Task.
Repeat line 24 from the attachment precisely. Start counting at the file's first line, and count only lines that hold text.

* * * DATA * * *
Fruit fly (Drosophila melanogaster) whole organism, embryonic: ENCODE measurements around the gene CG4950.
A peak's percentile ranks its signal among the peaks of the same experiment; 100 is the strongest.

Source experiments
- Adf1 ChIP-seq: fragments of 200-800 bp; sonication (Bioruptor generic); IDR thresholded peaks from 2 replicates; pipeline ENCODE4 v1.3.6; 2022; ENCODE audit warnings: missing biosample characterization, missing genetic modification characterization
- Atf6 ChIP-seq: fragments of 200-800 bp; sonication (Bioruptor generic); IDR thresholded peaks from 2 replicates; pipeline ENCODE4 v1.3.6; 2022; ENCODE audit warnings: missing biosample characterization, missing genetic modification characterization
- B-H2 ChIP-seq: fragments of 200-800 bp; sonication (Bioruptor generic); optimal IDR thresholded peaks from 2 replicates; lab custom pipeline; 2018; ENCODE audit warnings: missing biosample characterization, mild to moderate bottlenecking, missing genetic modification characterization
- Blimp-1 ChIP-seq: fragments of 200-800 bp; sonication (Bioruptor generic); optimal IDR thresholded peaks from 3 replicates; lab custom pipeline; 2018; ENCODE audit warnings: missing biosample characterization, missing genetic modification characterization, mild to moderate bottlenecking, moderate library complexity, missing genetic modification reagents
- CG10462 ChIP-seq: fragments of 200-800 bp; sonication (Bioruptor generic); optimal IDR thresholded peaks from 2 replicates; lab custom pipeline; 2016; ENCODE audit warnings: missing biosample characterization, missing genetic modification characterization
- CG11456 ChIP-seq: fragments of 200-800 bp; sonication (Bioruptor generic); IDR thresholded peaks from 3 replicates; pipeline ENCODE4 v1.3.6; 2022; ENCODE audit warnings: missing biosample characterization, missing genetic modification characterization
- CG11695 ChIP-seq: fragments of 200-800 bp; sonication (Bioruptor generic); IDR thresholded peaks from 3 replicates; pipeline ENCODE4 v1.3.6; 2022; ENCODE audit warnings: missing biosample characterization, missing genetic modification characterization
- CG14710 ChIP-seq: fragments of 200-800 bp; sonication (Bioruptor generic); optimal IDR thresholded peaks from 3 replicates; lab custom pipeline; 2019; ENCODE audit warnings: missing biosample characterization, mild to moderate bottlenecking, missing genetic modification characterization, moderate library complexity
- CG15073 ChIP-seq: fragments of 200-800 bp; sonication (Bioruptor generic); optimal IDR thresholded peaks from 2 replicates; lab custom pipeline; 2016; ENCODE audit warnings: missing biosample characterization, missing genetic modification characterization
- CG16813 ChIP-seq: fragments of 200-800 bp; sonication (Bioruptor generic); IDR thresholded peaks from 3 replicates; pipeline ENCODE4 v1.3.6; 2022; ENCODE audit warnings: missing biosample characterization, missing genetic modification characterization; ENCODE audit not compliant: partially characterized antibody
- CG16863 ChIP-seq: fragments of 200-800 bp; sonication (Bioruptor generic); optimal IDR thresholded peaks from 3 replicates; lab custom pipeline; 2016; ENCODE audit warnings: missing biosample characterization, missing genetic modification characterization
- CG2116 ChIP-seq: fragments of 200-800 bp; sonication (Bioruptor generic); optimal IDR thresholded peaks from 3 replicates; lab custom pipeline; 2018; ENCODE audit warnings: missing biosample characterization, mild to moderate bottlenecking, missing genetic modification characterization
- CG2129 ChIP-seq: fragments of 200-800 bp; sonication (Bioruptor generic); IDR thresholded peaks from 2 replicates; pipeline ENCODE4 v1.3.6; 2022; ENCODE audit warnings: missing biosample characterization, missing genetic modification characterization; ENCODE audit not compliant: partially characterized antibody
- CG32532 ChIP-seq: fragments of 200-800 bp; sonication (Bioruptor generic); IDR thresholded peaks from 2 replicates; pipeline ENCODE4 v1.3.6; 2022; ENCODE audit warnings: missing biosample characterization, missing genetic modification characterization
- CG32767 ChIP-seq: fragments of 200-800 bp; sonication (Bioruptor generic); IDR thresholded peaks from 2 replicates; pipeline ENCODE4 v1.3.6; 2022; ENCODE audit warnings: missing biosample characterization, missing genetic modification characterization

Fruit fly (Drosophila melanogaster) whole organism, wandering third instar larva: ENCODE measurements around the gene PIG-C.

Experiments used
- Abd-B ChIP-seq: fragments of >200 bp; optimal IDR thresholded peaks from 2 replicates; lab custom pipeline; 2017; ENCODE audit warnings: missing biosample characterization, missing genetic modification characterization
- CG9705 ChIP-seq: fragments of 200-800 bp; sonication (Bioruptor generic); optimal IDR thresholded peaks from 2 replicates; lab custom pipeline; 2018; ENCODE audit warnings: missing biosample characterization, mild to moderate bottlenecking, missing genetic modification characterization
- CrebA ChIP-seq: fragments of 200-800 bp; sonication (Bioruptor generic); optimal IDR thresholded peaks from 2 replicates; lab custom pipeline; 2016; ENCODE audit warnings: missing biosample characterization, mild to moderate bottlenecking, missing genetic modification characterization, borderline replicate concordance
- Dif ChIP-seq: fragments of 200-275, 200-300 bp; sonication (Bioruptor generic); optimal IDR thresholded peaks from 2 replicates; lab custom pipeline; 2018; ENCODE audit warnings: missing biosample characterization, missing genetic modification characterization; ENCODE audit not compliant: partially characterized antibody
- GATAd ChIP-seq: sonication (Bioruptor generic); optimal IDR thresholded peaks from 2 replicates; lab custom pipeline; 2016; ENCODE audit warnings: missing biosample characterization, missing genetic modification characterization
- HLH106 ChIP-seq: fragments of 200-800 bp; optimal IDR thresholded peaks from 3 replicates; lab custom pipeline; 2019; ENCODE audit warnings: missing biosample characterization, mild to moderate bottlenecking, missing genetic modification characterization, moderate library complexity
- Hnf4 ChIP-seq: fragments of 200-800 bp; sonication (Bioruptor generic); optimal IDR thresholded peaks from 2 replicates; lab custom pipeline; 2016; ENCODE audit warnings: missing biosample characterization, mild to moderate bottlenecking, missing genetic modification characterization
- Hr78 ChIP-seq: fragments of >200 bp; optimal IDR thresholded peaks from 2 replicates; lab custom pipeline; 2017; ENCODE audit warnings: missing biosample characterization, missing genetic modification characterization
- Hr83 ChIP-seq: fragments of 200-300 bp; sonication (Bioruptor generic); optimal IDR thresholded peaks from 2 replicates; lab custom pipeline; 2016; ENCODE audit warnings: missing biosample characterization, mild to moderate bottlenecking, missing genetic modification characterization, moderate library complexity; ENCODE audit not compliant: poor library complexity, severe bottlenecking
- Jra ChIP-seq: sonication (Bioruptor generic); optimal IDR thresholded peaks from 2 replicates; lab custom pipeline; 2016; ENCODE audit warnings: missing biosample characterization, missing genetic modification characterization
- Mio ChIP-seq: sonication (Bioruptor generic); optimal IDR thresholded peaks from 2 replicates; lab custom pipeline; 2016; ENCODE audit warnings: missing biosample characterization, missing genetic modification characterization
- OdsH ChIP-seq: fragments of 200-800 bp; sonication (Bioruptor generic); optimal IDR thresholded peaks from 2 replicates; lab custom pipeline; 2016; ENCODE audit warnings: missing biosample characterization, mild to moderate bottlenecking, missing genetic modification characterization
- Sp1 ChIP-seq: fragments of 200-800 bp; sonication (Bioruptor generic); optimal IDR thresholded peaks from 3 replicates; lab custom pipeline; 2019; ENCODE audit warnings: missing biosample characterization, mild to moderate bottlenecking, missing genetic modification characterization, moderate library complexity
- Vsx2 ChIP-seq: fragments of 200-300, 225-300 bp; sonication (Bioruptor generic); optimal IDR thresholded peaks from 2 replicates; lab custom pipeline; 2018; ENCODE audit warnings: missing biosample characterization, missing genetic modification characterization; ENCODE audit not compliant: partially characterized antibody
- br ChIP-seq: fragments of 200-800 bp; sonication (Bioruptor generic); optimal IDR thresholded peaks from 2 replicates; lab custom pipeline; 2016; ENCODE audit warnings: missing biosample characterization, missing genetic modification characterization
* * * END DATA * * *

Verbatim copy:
- Dif ChIP-seq: fragments of 200-275, 200-300 bp; sonication (Bioruptor generic); optimal IDR thresholded peaks from 2 replicates; lab custom pipeline; 2018; ENCODE audit warnings: missing biosample characterization, missing genetic modification characterization; ENCODE audit not compliant: partially characterized antibody